In Mexico-US rivalry, 'admiration and love' -- and fierce competition
GOODYEAR, Ariz. -- Ten years have passed since Mexico and the United States met in a World Baseball Classic.
On Sunday evening at 10 ET, they'll play before a sold-out Chase Field and national television audience on FS1.
Prepare your eyes and ears accordingly.
"There's going to be a lot of flags -- a lot of matracas," said Mexican baseball icon Vinny Castilla, referring to the loud, rattling wooden ratchets favored by Mexican fans. "I can't wait for that game. It's going to be awesome."
Castilla, whose 320 home runs in the Majors are the most by a Mexican-born player, is Team Mexico's bench coach. To be clear, he wasn't looking beyond Saturday's tournament opener against Colombia, which resulted in a 5-4 extra-inning loss. But he does realize the transcendent potential of Sunday's stage.
In best-on-best baseball tournaments, the U.S. and Mexico haven't played often enough to cultivate a reel of memories similar to the countries' shared soccer history. The right game -- in the right place, at the right time -- can change that. And the moment is ripe for the U.S.-Mexico baseball rivalry to elevate in cultural significance.
Team USA is the defending champion. Team Mexico is fielding its best-ever baseball roster. Mexican President Andrés Manuel López Obrador is a passionate baseball fan who exchanges messages with national team manager Benji Gil about the Classic.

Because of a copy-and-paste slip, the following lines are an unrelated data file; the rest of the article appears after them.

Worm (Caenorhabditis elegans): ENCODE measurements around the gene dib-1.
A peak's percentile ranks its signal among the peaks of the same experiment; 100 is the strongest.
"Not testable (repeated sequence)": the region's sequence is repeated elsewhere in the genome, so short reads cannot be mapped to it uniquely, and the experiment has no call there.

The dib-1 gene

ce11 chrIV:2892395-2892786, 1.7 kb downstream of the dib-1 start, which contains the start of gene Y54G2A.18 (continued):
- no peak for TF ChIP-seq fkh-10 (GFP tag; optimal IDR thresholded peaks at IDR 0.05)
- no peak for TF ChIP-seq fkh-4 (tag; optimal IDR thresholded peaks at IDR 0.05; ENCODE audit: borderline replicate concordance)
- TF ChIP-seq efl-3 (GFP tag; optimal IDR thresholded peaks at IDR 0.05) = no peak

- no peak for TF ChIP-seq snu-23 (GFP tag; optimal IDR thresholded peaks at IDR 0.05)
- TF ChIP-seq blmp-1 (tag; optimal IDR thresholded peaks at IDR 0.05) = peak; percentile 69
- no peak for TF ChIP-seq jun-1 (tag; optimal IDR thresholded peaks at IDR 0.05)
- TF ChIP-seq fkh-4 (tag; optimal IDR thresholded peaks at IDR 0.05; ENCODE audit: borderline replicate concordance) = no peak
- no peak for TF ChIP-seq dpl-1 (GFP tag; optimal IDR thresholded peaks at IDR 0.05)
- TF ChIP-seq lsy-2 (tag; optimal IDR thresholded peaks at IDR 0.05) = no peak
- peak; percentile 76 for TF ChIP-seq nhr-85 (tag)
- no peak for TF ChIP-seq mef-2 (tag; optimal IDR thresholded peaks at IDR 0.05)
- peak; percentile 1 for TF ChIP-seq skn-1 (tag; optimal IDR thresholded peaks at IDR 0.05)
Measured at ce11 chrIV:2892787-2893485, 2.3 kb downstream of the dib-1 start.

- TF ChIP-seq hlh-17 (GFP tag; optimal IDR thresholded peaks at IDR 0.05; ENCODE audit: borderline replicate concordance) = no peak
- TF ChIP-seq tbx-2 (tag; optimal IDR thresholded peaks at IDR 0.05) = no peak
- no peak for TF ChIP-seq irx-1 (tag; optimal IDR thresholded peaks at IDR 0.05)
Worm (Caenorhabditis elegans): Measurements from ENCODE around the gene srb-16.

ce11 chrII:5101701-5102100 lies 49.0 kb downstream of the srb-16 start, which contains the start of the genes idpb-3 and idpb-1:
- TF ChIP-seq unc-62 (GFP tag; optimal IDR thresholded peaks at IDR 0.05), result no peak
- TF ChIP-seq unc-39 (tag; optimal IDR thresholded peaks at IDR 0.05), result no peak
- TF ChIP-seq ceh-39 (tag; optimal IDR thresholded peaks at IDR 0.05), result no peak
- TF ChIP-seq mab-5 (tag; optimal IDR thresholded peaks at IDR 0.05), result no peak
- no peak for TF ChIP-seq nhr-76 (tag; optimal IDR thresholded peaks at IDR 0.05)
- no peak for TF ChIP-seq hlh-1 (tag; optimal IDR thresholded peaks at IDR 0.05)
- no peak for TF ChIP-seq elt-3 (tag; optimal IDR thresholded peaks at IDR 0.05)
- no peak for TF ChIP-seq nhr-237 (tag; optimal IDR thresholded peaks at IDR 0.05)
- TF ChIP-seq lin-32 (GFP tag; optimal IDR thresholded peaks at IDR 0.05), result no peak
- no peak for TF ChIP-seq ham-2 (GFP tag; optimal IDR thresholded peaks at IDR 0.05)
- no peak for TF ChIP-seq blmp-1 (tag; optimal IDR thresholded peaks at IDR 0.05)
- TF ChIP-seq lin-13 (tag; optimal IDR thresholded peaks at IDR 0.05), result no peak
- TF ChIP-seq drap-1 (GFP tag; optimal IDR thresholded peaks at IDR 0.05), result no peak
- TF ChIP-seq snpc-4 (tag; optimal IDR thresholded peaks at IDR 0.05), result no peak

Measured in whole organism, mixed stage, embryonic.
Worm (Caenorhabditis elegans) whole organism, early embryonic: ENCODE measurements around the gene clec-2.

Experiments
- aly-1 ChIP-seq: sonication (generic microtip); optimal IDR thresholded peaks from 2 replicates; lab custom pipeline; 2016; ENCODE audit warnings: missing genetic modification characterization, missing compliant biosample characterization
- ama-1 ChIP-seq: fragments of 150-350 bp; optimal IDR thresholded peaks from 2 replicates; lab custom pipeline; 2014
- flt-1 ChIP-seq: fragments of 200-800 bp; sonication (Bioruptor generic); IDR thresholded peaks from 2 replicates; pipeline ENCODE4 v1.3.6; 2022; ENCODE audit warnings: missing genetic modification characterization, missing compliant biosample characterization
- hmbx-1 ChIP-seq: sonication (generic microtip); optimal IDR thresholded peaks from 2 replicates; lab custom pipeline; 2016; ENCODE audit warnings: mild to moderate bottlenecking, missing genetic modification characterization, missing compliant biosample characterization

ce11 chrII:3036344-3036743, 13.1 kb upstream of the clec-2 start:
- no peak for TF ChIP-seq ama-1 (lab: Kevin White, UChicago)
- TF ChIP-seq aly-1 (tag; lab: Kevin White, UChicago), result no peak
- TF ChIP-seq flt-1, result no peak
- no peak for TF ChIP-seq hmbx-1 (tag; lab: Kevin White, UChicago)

Phoenix is home to one of the largest Mexican-American communities in the U.S. If past games are any guide, an enthusiastic majority of fans on Sunday will arrive to Chase Field in green and red.
"The USA has the best [baseball] players in the world," Castilla said. "We're supposed to beat the USA in soccer. It's a big deal when we can beat the USA in baseball."
Mexico has done so twice in three Classic meetings -- including the most impactful showdown in the rivalry to date.
In the final game of the second round in 2006, an American victory would have propelled Team USA into the semifinal. U.S. manager Buck Martinez had the legendary Roger Clemens on the mound, with future Hall of Famers Derek Jeter, Ken Griffey Jr. and Chipper Jones in the starting lineup.
But Oliver Pérez, then a 24-year-old Mets left-hander, started for Mexico and flummoxed U.S. hitters over three scoreless innings. Jorge Cantu drove in two runs against Clemens, who took the loss.
Final score: Mexico 2, United States 1.
Gil, an infielder on Mexico's 2006 team, said the impact of that victory was "enormous" -- and still endures.
"That made a lot of sports fans in Mexico become baseball fans," he said.
Michael Young, a seven-time All-Star, batted leadoff for Team USA in Anaheim that night. Now, he serves on manager Mark DeRosa's U.S. coaching staff. Young plans to reference the sting of that defeat in his conversations with Team USA players in advance of Sunday.
"I remember being as [ticked] off as I've been at a baseball game," Young said. "We'd been in the tournament for a few games at that point, but none of us were conditioned to play tournament baseball. We were used to a three-game series or a seven-game series in the postseason. We were having trouble swinging the bat as a team. Crazy talent. The next thing you know, we blink and the game was over. They were celebrating. They played a hell of a game.